A typical thermoelectric device requires DC power in order to produce a net current flow through the thermoelectric elements in one direction. The direction of the current flow determines the direction of heat transfer across the thermoelectric elements. The direction of net, non-zero current flow through the thermoelectric elements determines the function of the thermoelectric device as either a cooler or heater. Examples of these prior art devices are described.
U.S. Pat. No. 6,410,971 (2002, Otey) discloses a flexible thermoelectric module having a pair of flexible substrates, a plurality of electrically conductive contacts on one side of each of the flexible substrates, and a plurality of P-type and N-type thermoelectric elements electrically connected between opposing sides of the pair of flexible substrates having the plurality of conductive contacts where the plurality of conductive contacts connects adjacent P-type and N-type elements to each other in series and where each of the P-type and N-type elements has a first end connected to one of the plurality of conductive contacts of one of the substrates and a second end connected to one of the plurality of electrical contacts of the other of the substrates.
U.S. Pat. No. 6,385,976 (2002, Yamamura et al.) discloses a thermoelectric module where the electrical junctions of either or both sides of the modules are placed in direct thermal contact with a heat source or sink or a material to be thermally modified.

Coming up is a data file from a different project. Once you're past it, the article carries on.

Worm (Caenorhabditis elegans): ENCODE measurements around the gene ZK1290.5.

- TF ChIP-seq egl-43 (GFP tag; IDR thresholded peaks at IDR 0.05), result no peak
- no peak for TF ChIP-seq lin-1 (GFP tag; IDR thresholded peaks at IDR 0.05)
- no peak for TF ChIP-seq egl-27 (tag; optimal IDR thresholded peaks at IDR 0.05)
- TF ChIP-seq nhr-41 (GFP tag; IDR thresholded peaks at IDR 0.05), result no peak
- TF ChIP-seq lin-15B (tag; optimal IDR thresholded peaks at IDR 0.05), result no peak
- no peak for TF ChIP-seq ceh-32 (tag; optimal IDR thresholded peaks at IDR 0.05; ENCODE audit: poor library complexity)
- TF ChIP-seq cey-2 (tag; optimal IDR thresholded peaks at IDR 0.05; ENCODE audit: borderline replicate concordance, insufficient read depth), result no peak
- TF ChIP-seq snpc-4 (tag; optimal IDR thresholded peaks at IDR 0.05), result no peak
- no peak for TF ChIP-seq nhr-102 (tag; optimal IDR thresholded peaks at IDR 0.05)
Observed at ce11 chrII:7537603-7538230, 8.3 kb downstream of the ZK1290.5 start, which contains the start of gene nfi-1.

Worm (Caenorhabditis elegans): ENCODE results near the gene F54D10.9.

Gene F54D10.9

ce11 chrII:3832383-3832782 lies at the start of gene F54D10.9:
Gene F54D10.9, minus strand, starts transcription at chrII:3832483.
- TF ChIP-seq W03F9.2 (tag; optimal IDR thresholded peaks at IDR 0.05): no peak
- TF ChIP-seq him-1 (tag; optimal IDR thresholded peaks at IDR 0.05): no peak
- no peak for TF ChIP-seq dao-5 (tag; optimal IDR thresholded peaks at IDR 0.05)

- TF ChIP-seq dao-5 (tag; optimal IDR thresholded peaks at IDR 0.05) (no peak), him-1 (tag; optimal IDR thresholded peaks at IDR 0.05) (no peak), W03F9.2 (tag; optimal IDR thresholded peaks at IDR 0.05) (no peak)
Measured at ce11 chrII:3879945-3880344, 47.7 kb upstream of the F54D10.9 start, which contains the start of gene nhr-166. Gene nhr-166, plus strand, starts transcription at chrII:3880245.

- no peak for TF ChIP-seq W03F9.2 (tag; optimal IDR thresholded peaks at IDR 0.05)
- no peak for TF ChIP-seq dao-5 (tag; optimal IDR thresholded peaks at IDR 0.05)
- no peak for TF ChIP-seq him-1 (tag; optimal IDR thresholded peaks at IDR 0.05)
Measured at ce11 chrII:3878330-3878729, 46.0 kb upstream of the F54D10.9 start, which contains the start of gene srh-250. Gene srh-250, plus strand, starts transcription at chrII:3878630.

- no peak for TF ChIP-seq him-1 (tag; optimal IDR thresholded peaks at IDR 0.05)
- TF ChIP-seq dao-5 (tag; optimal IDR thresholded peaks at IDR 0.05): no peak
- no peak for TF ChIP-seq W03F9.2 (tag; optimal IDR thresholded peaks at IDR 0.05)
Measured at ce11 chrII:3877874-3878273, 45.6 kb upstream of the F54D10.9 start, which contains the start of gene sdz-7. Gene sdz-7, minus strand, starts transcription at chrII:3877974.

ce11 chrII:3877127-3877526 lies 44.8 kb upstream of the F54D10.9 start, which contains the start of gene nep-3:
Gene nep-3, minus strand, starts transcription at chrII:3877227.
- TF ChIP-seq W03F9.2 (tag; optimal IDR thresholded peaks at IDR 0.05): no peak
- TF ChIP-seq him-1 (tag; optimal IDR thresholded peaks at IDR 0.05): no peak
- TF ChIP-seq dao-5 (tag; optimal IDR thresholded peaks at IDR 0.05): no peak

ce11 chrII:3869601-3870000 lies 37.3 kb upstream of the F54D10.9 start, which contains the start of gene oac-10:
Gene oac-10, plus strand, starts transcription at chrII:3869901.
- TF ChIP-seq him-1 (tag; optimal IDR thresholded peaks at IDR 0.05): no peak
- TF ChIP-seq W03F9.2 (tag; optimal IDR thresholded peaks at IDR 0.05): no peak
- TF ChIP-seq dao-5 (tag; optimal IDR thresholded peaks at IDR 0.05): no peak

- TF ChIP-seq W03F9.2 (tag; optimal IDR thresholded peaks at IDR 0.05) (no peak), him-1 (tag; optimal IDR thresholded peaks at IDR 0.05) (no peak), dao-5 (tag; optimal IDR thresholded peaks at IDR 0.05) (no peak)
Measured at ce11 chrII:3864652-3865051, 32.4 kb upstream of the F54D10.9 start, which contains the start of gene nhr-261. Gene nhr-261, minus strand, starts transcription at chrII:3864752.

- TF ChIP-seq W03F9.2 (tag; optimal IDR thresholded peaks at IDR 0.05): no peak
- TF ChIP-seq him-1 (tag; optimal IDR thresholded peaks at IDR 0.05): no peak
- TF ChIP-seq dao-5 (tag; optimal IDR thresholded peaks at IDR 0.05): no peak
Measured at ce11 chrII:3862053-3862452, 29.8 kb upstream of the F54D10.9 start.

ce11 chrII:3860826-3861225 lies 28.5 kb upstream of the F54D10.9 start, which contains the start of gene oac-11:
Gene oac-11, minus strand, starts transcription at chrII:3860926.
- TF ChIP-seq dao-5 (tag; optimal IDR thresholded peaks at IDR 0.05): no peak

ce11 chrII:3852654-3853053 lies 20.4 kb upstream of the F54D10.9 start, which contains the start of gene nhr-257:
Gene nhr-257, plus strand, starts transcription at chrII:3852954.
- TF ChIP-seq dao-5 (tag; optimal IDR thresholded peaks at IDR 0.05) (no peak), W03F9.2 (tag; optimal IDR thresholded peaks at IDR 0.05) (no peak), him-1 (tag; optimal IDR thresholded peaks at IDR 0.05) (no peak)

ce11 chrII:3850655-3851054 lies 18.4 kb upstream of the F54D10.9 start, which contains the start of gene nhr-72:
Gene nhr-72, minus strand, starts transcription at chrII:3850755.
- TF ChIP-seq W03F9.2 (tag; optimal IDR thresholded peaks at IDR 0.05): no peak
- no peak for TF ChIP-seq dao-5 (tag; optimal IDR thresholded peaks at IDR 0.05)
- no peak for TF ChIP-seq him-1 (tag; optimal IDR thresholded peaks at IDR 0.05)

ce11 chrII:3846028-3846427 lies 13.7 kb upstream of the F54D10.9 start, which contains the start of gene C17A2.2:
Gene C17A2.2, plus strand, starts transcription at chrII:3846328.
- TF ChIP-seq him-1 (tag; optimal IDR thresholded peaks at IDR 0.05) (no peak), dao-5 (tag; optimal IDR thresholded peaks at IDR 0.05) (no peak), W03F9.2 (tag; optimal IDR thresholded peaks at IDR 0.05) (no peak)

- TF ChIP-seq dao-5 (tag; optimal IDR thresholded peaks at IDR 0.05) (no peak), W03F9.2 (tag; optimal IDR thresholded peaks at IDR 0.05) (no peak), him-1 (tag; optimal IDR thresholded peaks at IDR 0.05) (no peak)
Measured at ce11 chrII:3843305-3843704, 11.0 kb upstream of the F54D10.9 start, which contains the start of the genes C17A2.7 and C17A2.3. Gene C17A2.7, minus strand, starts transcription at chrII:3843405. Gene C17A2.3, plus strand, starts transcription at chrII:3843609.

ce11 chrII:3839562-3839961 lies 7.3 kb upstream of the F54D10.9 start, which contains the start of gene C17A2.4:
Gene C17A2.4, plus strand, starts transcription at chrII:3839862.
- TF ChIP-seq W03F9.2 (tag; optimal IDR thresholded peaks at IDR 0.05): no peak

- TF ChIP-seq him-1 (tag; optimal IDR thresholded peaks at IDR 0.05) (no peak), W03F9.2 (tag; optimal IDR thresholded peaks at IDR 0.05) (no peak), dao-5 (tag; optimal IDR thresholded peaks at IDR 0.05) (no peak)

U.S. Pat. No. 6,222,243 (2001, Kishi et al.) discloses a thermoelectric device comprising a pair of substrates each having a surface, P-type and N-type thermoelectric material chips interposed between the pair of substrates, electrodes disposed on the surface of each substrate and connecting adjacent P-type and N-type thermoelectric material chips to each other, and support elements disposed over the surface of each of the substrates for supporting and aligning the thermoelectric material chips on the respective electrodes between the pair of substrates. Each of the thermoelectric material chips has a first distal end connected to one of the electrodes of one of the substrates and a second distal end connected to one of the electrodes of the other of the substrates. The adjacent P-type and N-type thermoelectric material chips connected by the electrodes are interposed between the pair of substrates such that a line connecting centers of the adjacent P-type and N-type thermoelectric material chips is coincident with a diagonal of each of the adjacent P-type and N-type thermoelectric material chips. The substrate used in the Kishi et al. device is a silicon wafer. A disadvantage of using silicon wafers as a substrate is the brittleness of the wafer and the thermal stresses that occur at the junction of the substrate and the thermoelectric material chips.